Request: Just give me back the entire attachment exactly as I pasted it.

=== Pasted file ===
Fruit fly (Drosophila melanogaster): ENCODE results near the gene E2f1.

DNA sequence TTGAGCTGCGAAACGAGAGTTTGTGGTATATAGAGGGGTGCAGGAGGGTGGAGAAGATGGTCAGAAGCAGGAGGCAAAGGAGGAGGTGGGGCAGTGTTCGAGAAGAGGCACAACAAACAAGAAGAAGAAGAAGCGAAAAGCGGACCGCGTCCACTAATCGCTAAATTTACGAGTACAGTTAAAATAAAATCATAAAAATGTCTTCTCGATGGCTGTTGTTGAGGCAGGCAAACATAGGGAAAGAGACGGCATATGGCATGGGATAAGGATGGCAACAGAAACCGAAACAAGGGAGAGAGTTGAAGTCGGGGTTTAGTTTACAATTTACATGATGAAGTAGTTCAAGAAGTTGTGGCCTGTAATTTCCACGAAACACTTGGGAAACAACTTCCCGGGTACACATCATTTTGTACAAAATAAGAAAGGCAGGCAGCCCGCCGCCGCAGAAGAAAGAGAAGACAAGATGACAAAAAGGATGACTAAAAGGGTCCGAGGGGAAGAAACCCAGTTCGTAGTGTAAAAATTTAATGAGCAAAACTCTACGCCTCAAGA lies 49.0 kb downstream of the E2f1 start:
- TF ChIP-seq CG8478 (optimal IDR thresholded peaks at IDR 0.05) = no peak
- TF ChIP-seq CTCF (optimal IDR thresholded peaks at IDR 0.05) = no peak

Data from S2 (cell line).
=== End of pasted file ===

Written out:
Fruit fly (Drosophila melanogaster): ENCODE results near the gene E2f1.

DNA sequence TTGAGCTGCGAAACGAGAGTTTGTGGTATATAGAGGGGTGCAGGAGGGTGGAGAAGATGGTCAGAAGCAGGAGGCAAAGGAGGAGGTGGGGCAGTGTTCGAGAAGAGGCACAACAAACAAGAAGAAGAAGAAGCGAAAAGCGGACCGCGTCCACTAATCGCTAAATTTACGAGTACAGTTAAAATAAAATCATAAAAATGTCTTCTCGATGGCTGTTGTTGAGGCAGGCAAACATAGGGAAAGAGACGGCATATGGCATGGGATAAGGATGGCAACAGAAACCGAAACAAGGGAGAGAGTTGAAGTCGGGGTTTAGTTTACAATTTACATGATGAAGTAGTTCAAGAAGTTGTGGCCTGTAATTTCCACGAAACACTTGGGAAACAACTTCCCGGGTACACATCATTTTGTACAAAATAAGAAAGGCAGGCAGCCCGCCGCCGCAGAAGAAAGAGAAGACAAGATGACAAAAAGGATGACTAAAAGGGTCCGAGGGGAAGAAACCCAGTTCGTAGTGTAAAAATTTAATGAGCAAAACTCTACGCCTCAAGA lies 49.0 kb downstream of the E2f1 start:
- TF ChIP-seq CG8478 (optimal IDR thresholded peaks at IDR 0.05) = no peak
- TF ChIP-seq CTCF (optimal IDR thresholded peaks at IDR 0.05) = no peak

Data from S2 (cell line).